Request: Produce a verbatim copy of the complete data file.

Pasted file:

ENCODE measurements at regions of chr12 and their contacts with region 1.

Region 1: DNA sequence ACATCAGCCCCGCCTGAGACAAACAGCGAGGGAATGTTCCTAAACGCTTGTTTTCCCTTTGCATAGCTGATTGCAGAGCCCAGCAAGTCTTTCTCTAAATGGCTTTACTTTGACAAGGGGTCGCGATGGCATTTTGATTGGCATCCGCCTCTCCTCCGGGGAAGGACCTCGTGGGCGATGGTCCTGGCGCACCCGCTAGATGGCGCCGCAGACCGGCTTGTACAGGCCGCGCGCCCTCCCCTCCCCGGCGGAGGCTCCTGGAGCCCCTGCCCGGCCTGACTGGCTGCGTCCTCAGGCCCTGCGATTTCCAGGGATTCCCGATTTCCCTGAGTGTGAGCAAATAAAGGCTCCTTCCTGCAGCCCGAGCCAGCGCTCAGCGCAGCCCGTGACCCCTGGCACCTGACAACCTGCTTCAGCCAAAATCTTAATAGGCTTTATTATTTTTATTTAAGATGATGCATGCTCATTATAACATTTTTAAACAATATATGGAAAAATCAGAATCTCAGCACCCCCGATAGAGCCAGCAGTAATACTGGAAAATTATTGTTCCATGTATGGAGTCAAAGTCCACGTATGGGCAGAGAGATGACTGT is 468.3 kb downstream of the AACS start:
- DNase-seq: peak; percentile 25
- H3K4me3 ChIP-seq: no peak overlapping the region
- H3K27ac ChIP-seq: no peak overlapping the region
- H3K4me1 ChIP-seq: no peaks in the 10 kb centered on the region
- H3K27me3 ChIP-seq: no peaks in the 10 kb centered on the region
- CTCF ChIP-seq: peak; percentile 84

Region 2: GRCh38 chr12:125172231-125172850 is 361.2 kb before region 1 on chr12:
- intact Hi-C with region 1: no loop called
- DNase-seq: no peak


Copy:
ENCODE measurements at regions of chr12 and their contacts with region 1.

Region 1: DNA sequence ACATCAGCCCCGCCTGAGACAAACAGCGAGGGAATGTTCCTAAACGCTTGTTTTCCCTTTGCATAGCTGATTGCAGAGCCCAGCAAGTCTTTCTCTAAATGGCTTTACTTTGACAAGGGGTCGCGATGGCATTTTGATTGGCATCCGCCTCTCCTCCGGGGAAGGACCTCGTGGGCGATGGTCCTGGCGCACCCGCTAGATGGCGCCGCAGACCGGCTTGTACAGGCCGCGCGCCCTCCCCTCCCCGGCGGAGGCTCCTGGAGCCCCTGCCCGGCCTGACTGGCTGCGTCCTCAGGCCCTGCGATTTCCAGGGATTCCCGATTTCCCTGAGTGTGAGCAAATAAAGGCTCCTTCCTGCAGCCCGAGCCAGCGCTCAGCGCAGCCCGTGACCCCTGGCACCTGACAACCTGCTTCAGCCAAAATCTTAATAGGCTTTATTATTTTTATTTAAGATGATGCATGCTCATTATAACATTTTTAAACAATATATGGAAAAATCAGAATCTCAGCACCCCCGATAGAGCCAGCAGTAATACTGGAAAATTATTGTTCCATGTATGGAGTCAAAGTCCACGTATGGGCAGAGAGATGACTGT is 468.3 kb downstream of the AACS start:
- DNase-seq: peak; percentile 25
- H3K4me3 ChIP-seq: no peak overlapping the region
- H3K27ac ChIP-seq: no peak overlapping the region
- H3K4me1 ChIP-seq: no peaks in the 10 kb centered on the region
- H3K27me3 ChIP-seq: no peaks in the 10 kb centered on the region
- CTCF ChIP-seq: peak; percentile 84

Region 2: GRCh38 chr12:125172231-125172850 is 361.2 kb before region 1 on chr12:
- intact Hi-C with region 1: no loop called
- DNase-seq: no peak